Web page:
Yemen Central Bank works to facilitate imports amid crisis

By Faisal Darem in Sanaa

Yemenis wait in line to withdraw their salaries from an ATM machine. [Faisal Darem/Al-Mashareq]

Yemenis wait in line to withdraw their salaries from an ATM machine. [Faisal Darem/Al-Mashareq]

The Central Bank of Yemen is taking action to ensure funding is available for imports to prevent the collapse of the country's financial sector and potential food scarcity amid the country's ongoing war.

In May, the Central Bank approved the transfer of about $200 million in foreign currencies abroad to facilitate the import of food and other products.

The bank recently announced it was close to approving a second outbound transfer of foreign currencies of the same amount from cash holdings of commercial banks.

This will allow the bank to open lines of credit for the private sector under the prevailing circumstances in the country.

The move comes as part of the continued co-operation among the Central Bank, the Sanaa chambers of commerce and industry , the Federation of Yemen Chambers of Commerce and Industry , the Yemeni Money Changers Association and commercial banks, Central Bank Governor Mohammed bin Hammam said.

It aims to reinforce the stability of the national currency and inject liquidity into the national banks, he said, following a July 20th meeting.

During the meeting, he reassured traders, money changers and national banks "that relief is coming with regard to the issue of outbound foreign fund transfers and shoring up the national banks’ balances abroad".

Yemeni riyal liquidity crisis

Commercial banks are experiencing a national currency (Yemeni riyal) liquidity crisis due to the dearth of deposits by traders and money changers.

"Local banks used to be the ideal means for opening letters of credit to finance import operations," Co-operative and Agricultural Credit Bank (CAC Bank) deputy chief operating officer Fares al-Jaadabi told Al-Mashareq.

"The [national] banks’ balances in foreign banks are no longer sufficient to cover the import bill because [local banks] are not allowed to transfer foreign currency to foreign banks," he said.

This led traders in various sectors to use the services of money changers and transfer funds abroad through them, as has been the case in recent months.

Al-Jaadabi said a large portion of the local liquidity has gone to the money changers and petroleum product traders, while foreign currency remains stockpiled at local banks, which has created a liquidity crisis in the country.

All this led to "higher anxiety level and lack of trust between citizens, traders and money changers on one side and the banking sector on the other", he said.

He explained that citizens, traders and money changers "opted to hold on to their liquidity, withdraw it from banks and refrain from depositing it".

Government pledges to help banks

"The first phase in May that involved the outbound foreign fund transfer of about $200 million was one of the key and necessary solutions to the crisis experienced by the banks, despite the small number of difficulties and delays that accompanied the process," al-Jaadabi said.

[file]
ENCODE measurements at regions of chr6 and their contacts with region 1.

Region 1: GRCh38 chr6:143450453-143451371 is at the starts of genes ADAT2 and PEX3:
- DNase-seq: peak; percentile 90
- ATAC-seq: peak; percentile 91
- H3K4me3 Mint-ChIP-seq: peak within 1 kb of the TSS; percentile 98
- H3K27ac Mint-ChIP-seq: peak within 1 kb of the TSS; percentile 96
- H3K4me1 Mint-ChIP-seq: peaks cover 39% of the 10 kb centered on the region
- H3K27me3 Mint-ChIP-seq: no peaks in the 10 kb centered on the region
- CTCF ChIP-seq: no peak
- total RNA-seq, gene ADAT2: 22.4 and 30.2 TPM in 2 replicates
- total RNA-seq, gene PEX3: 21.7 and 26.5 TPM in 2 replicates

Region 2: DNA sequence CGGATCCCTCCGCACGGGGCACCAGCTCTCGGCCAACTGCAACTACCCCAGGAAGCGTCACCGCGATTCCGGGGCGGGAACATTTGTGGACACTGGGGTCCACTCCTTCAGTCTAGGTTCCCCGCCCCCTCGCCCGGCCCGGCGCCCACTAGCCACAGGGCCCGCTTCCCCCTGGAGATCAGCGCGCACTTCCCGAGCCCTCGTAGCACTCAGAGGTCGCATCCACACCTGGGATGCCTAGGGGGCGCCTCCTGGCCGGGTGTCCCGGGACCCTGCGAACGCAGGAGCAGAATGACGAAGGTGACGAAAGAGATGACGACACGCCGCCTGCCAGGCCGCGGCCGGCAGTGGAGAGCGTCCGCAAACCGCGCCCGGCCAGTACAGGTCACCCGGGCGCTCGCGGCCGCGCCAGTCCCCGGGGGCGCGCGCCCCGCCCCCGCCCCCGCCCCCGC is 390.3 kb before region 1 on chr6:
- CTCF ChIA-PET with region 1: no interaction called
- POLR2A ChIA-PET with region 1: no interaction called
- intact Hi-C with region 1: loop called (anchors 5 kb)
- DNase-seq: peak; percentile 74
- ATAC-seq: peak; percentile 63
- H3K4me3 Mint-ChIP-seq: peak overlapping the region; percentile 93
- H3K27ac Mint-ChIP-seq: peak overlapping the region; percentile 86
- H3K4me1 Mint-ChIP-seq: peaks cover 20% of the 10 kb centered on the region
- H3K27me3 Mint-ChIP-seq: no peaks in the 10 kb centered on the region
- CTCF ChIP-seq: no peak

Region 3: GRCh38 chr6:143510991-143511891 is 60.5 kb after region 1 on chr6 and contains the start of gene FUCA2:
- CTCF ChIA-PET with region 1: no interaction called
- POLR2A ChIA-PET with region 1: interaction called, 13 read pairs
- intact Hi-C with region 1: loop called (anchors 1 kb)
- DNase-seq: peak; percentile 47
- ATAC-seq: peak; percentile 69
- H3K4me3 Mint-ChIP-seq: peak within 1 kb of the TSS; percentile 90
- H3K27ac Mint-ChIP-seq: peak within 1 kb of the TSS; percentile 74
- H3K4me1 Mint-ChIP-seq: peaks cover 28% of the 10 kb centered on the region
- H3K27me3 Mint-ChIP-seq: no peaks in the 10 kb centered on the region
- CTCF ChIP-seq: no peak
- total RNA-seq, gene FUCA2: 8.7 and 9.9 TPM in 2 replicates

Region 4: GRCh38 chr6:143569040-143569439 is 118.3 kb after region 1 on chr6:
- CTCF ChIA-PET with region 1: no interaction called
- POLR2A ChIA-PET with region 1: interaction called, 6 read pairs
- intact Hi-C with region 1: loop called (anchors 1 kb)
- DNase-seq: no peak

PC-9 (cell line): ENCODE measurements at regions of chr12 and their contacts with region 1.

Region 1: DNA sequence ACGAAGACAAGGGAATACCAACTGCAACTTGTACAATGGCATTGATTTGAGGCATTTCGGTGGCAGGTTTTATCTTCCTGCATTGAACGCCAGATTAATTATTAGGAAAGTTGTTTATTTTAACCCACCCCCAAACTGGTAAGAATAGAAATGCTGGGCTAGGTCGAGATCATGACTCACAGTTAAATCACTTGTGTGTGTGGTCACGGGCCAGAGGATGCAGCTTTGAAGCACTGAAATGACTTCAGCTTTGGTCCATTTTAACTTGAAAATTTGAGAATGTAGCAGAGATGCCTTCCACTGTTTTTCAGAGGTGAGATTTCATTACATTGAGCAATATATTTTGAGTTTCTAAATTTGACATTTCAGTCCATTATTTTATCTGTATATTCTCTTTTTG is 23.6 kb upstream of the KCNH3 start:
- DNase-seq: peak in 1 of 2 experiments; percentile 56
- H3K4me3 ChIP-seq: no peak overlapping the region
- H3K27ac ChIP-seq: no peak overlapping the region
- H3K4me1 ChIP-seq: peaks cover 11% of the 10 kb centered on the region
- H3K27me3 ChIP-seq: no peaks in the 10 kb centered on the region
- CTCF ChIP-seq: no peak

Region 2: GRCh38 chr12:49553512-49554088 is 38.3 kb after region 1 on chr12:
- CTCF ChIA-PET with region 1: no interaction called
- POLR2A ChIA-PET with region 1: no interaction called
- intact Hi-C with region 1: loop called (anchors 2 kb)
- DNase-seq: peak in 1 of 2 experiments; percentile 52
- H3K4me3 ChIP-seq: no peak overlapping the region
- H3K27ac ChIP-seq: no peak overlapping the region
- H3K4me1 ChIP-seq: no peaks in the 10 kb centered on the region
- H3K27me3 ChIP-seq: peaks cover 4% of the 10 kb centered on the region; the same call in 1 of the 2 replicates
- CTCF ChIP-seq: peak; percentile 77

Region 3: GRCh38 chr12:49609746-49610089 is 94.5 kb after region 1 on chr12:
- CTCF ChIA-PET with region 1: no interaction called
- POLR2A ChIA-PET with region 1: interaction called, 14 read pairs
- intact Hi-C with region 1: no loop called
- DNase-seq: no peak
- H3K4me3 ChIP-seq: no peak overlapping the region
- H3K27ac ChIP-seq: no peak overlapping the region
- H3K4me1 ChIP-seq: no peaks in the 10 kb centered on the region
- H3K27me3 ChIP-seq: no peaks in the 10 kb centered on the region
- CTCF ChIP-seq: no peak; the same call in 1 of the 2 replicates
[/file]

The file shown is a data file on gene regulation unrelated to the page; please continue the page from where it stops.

Some local banks prefer to wait before transferring money abroad in light of the war and resulting financial crisis, he added, until they can see the outcome of the outbound foreign fund transfer process more clearly.

Local banks are anxious about this situation "because of their stockpiling foreign currency, their inability to invest locally due to the security situation or transfer funds outside the country as they did before the war", he said.

Minister of Finance Munser al-Quaiti has reassured the Yemen Bank Association and local banks that the "government is committed to helping the banks in the matter of outbound foreign fund transfers and to resolving their problems".

Association of Yemeni Money Exchangers executive director Ahmed al-Awdi highlighted the role of money changers in supporting the process of importing food and other items.

"Money changing shops and companies use expatriate remittances to support import operations by the commercial sector, particularly food imports," he told Al-Mashareq.

"The money changing market is focusing more on expatriate remittances, which have become the only source of hard currency due to the war and difficult circumstances the country is going through," al-Awdi said.

War has hurt banking sector

The reliance on money changers to obtain hard currency to finance import operations has weakened the role of the banks in this regard, said Marzouq Abdel-Wadood, director of Yemen’s Economic and Social Development Centre.

Other factors also have weakened the role of the Central Bank, he told Al-Mashareq, noting that state revenues, including income from the sale of oil produced in Marib, are not being deposited in the state’s general account.

The same applies to revenues from customs and income producing institutions such as the ports in Aden and Hadramaut, he said.

The Central Bank’s branches in those three provinces have declared they are no longer subordinate to the Central Bank’s branch in Sanaa, he said, because of the ban imposed by the local authorities on the transfer of revenue to the Central Bank in Sanaa on account of the divisions in state institutions.

All these factors have contributed to "reducing the Central Bank's ability to fund the traders’ import of oil derivatives and stopping the flow of foreign currency to the bank", he added.

"A prolongation of the war will lead to more economic decline and further drops in the value of the national currency against hard currencies, which would exacerbate the citizens’ economic suffering," Abdel-Wadood said.

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